Boehringer Ingelheim is pleased to announce the last patients have been
randomised into the Phase III sister trials assessing the efficacy and
safety of nintedanib (150 mg twice daily) in patients with
idiopathic pulmonary fibrosis (IPF). The pivotal INPULSISTM
Phase III trials continue as planned in study centres worldwide to
assess the clinical outcomes in IPF patients treated with nintedanib.
"Idiopathic pulmonary fibrosis is a severely debilitating condition
which results in a progressive loss of lung function, associated with a
clear deterioration in quality of life for our patients," said Luca
Richeldi, MD, PhD, lead study author and director of the Research Centre
for Rare Lung Diseases, University of Modena and Reggio Emilia, Modena,
Italy. "As a treating physician I clearly see the high unmet need for
effective new treatments which may substantially change the clinical
course of this deadly disease. Modifying the decline in lung function or
reducing the rate of acute exacerbations would clearly be crucially
Acute exacerbations are an unpredictable part of the clinical course of
IPF, which can lead to death in one in two patients within a few months,
and are in many ways different from exacerbations in other pulmonary
disorders. Most importantly, in the absence of infections or alternative
causes, patients experience acute worsening of dyspnoea, with evidence
of new infiltrates on lung images. IPF is classified as a
rare disease by the European Medicines Agency and the US
National Institutes of Health with prevalence estimated to
range from 14-43 per 100,000. Median survival is 2 to 3
years after diagnosis.
Nintedanib is an investigational small molecule tyrosine
kinase inhibitor (TKI) which targets growth factor receptors, which have
been shown to be potentially involved in pathomechanisms of pulmonary
fibrosis, namely vascular endothelial growth factor receptor (VEGFR),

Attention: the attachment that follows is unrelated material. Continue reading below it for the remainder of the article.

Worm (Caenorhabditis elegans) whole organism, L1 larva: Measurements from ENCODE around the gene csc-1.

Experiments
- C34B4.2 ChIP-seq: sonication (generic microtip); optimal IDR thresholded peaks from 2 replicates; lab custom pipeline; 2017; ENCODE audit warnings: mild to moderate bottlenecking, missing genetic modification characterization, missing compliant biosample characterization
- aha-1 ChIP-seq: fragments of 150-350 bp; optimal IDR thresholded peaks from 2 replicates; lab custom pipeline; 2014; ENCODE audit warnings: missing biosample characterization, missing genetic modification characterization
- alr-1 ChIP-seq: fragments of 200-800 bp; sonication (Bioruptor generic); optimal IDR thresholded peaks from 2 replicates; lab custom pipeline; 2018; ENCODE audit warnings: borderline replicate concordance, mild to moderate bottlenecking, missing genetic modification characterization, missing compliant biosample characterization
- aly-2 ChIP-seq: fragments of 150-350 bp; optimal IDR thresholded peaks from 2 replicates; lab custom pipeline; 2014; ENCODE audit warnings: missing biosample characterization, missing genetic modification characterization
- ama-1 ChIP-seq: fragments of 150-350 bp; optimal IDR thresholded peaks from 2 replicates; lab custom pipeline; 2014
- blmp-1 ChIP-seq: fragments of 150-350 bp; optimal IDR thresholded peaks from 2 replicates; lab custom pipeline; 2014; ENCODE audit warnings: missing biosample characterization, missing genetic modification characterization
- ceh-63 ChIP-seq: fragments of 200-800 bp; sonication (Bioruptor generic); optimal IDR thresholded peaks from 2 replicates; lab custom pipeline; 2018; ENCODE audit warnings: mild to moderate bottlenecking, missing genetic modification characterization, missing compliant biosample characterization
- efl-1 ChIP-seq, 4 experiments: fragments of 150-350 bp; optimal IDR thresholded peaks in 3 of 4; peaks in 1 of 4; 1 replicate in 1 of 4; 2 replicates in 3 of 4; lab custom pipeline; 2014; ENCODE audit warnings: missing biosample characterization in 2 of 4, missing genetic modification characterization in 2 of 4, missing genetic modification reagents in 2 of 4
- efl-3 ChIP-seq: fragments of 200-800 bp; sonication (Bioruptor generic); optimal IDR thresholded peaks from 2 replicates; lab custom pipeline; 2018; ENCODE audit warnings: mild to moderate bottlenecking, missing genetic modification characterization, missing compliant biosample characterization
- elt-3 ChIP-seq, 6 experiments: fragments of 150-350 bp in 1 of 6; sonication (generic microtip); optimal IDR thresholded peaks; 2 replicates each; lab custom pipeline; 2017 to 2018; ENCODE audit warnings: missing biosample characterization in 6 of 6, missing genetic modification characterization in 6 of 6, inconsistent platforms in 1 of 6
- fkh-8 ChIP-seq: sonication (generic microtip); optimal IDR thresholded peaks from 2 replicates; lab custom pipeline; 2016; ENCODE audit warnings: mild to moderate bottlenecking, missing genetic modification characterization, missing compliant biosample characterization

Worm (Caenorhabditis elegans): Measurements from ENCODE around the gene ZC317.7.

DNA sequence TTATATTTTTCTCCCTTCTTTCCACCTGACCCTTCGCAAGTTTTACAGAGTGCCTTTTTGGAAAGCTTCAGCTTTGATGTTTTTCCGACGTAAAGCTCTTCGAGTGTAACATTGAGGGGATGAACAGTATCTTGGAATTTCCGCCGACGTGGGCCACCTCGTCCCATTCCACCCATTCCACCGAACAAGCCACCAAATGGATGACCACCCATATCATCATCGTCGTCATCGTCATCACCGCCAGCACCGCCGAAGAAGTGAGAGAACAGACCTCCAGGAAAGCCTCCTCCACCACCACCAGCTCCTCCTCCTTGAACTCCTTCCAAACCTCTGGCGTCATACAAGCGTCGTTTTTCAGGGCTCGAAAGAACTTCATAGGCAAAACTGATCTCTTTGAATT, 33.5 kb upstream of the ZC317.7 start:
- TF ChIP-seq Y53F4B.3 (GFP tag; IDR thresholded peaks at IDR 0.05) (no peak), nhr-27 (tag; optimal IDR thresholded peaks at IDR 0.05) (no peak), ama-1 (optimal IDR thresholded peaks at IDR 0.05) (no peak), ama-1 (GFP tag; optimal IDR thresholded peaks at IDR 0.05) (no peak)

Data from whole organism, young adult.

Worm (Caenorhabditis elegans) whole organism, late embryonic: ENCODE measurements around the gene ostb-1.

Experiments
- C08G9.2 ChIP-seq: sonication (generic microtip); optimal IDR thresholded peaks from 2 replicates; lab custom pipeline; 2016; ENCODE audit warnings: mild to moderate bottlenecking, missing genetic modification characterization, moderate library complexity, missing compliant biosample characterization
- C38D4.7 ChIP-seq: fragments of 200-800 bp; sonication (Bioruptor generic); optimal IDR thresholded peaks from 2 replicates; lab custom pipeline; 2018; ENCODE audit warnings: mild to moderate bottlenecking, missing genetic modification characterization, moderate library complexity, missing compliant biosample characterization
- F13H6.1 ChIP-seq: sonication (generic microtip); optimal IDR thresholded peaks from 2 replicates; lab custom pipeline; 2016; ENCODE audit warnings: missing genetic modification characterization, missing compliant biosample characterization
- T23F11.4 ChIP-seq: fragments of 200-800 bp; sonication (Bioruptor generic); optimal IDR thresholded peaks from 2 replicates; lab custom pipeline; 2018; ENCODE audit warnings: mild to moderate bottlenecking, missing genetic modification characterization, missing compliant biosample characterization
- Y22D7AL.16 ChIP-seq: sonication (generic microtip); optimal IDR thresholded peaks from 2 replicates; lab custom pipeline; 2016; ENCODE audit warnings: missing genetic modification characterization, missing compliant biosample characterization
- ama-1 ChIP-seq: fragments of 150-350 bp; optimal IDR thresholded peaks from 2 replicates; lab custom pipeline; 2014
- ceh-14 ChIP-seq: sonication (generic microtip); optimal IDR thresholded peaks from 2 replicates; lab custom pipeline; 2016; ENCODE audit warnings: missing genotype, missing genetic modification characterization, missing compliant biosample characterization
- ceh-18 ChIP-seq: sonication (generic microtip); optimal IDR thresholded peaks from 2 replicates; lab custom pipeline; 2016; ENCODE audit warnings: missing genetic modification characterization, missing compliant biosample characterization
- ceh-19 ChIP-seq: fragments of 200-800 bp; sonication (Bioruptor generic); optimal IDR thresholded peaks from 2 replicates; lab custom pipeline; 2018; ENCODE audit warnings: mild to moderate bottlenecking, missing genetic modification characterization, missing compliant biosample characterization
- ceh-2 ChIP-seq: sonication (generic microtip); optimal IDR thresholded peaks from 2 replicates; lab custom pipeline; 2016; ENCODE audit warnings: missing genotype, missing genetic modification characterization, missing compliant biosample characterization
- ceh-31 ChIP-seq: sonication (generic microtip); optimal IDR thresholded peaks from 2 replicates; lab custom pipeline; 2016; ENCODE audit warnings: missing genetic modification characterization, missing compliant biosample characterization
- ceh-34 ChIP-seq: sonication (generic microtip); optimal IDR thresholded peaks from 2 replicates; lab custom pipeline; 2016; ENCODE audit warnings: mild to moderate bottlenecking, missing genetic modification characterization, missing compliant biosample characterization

fibroblast growth factor receptor (FGFR) and platelet-derived growth
factor receptor (PDGFR). The investigational compound
received orphan-drug designation from the U.S. Food and Drug
Administration in June 2011 and by the Ministry of Health, Labour and
Welfare of Japan in September 2011.
"Boehringer Ingelheim is committed to research in areas of unmet medical
need, regardless of how many patients are affected. We strive to improve
the lives of patients with idiopathic pulmonary fibrosis," said Prof.
Klaus Dugi, Corporate Senior Vice President Medicine, Boehringer
Ingelheim. "Nintedanib* has shown promising results in a
Phase II clinical trial and we are optimistic that the drug will further
demonstrate its potential benefit in this devastating disease in the
ongoing Phase III studies."
The primary endpoint of the two Phase III trials is the annual rate of
decline in forced vital capacity (FVC) over a treatment period of 52
weeks in approximately 1,000 enrolled patients. Secondary endpoints
include change from baseline in quality of life, time to first acute
exacerbation, respiratory mortality, overall survival and on-treatment
The trials are being carried out in 23 countries in Europe, the
Americas, Asia and Australia.
The Phase III trials aim to build upon the promising results of the
Phase II TOMORROW trial, which demonstrated a positive trend in reducing
lung function decline in IPF patients treated with 150 mg of nintedanib
twice daily when compared to placebo.